So Vermont called for a Constitutional Convention to craft an amendment that overturns Citizens United, and does not tie money to protected speech. Way to go guys and gals, I take my hate off to you, and send you my warmest regards. But I am not going to talk about it anymore, I am going to kill your brain cells talking about unreality television...
Remember "The Real World", yeah, I do... Back when MTV stopped being about music on television, and put a bunch of people in the same house, they created the first reality television program. It might have been something else, but I can't remember anymore. I probably could if I wanted to, but I don't. It started a trend of crap television that is still here, and growing stronger.
Today we have Judge Judy, Pawn Stars, Hardcore Pawn, American Choppers (I think that finally died), the riveting American Pickers, American Idol, and others have killed the braincells of children in the summers, and everyone every day of every week. And they just keep spreading and feeding off each other. The Real World became Hogan Knows Best and the Osborns, and the rest became the same show just wearing different lipstick...
Lets look at how some of these shows match up to reality, shall we?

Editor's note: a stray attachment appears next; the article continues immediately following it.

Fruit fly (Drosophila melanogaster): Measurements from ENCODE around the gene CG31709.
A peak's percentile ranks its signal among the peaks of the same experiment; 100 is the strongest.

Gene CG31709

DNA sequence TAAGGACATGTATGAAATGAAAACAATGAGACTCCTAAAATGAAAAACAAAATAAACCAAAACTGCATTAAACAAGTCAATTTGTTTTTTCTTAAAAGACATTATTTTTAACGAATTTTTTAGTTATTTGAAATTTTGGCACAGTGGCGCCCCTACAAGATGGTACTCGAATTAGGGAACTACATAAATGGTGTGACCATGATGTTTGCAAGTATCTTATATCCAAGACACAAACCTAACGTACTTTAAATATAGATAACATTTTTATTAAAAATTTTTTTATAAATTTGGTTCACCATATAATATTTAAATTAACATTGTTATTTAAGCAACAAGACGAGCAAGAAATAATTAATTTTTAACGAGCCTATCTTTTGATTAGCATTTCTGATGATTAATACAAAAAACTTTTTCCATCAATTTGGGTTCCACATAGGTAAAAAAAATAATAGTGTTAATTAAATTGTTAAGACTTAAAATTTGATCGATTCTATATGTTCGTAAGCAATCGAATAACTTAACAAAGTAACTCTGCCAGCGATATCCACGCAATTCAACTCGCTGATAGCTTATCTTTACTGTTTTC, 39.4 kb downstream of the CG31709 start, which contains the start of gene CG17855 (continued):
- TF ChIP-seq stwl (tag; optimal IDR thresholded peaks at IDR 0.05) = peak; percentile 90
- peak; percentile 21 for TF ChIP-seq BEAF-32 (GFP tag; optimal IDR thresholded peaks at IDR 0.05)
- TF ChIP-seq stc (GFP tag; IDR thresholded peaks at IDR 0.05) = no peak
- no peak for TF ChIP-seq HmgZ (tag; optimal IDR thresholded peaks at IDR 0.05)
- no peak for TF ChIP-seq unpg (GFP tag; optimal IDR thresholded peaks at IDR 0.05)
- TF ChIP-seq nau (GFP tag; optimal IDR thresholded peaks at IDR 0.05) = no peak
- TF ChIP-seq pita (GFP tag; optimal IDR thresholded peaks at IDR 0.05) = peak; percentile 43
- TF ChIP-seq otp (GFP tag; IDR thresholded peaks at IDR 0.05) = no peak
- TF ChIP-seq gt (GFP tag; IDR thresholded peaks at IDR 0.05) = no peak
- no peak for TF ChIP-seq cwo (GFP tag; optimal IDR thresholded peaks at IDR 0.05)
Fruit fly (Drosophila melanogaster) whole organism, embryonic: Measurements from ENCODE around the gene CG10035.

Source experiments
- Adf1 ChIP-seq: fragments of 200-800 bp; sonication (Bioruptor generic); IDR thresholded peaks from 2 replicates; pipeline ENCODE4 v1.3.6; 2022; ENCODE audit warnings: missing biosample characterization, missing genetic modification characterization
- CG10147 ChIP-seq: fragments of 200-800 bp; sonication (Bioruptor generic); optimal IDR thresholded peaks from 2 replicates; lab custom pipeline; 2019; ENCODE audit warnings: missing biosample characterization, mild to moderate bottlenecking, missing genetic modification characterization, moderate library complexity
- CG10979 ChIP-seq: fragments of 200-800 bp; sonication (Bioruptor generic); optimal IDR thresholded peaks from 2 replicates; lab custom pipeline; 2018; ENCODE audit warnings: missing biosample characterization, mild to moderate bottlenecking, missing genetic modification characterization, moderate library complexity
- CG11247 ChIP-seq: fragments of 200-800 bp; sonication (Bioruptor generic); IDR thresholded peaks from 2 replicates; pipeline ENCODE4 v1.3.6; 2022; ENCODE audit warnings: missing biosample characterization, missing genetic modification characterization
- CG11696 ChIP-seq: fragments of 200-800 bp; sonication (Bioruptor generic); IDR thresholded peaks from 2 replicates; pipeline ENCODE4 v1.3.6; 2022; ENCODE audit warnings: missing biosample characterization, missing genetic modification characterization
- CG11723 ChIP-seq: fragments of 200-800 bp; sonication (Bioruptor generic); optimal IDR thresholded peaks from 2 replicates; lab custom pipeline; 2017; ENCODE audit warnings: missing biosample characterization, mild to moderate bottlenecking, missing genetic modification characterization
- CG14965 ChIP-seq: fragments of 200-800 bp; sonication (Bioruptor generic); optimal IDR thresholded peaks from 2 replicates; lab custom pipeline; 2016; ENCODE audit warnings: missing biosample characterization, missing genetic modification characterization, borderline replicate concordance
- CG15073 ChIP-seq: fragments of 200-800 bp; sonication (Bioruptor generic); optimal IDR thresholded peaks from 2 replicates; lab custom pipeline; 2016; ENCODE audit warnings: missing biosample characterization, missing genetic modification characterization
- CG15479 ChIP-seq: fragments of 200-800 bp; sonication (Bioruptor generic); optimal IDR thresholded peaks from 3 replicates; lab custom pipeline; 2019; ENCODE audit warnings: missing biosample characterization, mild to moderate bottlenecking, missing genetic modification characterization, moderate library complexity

First lets use Judge Judy and other reality court room dramas. Judge Judy admits that she heads out west and can film about a weeks worth of content in a day. That would be about 7 episodes, with between one and four cases heard per episode. Now a high work load is not uncommon in the system. Usually Judges will hear a ton of cases in a day. It starts with traffic court in many areas, these are straight forward. You got caught doing something, you got a ticket, and if you are before the judge, you are fighting said ticket. Generally that is as close as reality television gets to the real world counterpart. Both the litigants give their facts to the judge, the judge rules, you pay or you do not pay. When it comes to civil matters like held by Judge Judy and others, that is where everything is different. Sure, the Judge will say are all parties present, the judge might ask if the dispute has been resolved, if not it is set aside for later. When it is heard everyone comes into the courtroom, and the case is heard. Sometimes it is just a bench hearing with only a judge, sometimes it is a jury hearing, it depends on who wants what.